Meg: In addition to the research I just mentioned, additional studies have shown that those who give back to the community are often more successful in changing and sustaining change behavior. For example, the most successful curriculums for curbing teenage pregnancy all include a service component where teens are given the experience of doing good, thus having more meaning in their life and choices.

So, at iBiL, we invite young adults to be leaders in their communities and for their peers across America. By writing what they’re learning about love, dating, sex, cohabitation and marriage, young adults are helping themselves, but by sharing their articles online, they’re helping their peers in these decisions too. The result is a greater sense of empowerment and more motivation to keep reaching for lasting love, marriage and stable family in their life.


Mitch: Who is iBiL most for

Meg: iBIL is for any dating young adult, but we’re specifically trying to reach young Americans who have a high school degree but not a 4 year degree (commonly referred to as working class). This group constitutes the majority of America, and the reason we’re trying to reach them is because they are the group who has seen the highest increase in unmarried births alongside a significant delay or failure to marry.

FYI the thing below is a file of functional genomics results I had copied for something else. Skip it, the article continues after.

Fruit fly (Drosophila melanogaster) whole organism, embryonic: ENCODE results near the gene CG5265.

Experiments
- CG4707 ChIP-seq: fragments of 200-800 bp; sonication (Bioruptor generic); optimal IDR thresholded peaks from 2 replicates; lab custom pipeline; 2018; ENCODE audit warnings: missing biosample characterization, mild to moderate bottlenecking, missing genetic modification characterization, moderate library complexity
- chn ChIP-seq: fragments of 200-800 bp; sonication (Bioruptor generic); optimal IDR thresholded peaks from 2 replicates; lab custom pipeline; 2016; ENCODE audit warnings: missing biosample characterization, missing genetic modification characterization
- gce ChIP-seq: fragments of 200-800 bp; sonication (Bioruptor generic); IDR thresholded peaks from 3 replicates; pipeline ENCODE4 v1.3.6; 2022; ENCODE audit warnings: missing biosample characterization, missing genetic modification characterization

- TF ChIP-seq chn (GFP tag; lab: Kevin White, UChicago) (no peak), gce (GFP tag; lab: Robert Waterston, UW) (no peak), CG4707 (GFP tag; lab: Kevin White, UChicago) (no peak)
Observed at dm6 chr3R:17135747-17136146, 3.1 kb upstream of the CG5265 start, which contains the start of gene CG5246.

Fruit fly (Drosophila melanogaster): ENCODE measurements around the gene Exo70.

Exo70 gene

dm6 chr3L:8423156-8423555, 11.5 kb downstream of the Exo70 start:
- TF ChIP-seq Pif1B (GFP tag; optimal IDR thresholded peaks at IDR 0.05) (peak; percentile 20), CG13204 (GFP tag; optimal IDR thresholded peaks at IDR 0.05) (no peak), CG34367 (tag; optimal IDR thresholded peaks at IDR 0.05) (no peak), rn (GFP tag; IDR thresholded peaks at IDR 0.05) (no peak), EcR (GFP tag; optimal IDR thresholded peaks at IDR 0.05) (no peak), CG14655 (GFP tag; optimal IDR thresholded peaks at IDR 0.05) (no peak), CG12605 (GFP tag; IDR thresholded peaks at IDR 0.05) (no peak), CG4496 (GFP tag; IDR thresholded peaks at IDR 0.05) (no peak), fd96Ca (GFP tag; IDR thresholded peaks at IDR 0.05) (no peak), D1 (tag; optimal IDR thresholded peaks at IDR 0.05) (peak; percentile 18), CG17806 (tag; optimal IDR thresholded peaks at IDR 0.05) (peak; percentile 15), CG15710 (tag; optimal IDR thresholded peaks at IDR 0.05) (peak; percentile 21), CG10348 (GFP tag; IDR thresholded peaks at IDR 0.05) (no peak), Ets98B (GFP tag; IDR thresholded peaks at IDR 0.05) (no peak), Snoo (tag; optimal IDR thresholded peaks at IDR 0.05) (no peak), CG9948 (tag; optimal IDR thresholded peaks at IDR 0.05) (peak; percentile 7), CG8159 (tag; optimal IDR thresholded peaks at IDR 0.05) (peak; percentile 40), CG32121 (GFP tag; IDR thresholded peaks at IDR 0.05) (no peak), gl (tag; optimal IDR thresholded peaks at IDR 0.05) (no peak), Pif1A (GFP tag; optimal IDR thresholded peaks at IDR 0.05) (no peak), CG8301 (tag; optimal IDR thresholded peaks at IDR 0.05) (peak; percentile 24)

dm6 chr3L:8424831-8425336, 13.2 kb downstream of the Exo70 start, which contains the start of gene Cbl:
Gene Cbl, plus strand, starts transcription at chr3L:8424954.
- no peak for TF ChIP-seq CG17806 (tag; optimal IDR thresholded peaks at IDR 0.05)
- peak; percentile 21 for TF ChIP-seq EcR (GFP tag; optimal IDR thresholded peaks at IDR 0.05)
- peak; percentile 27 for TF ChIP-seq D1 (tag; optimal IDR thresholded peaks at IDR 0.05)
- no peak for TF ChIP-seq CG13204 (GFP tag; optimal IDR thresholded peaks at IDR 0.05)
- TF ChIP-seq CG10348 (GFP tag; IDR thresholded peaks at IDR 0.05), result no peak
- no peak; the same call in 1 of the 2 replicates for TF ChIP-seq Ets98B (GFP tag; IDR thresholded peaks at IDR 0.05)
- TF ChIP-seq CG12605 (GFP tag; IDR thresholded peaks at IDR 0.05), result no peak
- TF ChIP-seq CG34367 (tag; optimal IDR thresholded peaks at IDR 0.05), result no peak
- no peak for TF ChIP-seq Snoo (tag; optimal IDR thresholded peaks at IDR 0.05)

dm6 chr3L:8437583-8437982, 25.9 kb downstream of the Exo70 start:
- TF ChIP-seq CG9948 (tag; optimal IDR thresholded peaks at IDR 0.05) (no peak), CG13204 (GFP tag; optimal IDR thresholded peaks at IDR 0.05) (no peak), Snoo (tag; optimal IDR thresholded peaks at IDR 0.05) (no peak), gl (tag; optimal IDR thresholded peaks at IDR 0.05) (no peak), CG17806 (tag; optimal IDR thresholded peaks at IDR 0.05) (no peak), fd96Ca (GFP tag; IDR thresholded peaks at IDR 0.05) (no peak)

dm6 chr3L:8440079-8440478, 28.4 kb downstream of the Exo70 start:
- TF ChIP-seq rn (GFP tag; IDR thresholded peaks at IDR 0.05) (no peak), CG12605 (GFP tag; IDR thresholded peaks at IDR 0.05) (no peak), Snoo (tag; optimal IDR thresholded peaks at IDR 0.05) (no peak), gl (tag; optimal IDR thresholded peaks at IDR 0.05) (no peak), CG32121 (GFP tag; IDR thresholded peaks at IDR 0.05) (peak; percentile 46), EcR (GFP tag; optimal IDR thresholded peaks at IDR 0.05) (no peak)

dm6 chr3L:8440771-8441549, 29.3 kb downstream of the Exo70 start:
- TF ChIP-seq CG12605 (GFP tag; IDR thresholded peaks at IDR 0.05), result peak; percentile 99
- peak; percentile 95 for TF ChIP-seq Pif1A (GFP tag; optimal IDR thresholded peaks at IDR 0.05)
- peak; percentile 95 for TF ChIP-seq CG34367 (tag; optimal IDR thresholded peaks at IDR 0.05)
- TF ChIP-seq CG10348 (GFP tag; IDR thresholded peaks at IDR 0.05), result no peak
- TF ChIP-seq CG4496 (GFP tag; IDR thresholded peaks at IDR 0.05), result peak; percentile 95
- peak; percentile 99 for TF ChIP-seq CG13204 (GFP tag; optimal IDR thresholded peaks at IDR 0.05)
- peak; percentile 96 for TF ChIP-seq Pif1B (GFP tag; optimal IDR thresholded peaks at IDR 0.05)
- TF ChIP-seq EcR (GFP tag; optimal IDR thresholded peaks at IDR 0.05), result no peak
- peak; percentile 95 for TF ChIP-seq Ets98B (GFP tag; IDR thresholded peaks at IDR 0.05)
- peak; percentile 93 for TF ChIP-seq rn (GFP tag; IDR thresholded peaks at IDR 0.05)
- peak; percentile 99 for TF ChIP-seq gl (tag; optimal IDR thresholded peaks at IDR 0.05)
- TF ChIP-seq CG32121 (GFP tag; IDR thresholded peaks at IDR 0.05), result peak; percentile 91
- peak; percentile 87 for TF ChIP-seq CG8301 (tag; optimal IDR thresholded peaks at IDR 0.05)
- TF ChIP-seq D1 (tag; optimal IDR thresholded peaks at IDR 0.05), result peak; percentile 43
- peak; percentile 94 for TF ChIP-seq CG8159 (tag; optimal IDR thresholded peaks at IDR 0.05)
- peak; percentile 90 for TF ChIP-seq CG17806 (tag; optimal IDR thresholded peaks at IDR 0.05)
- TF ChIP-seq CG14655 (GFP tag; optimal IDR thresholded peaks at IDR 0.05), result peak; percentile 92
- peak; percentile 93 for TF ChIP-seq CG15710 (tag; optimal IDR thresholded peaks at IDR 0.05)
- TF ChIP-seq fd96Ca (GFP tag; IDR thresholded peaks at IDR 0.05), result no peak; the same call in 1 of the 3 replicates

For perspective, among women in their twenties, 52% of women with a high school degree but not a four year college degree will have their first child outside of marriage. Only 12% of women in their twenties with a four year college degree will have their first baby outside of marriage.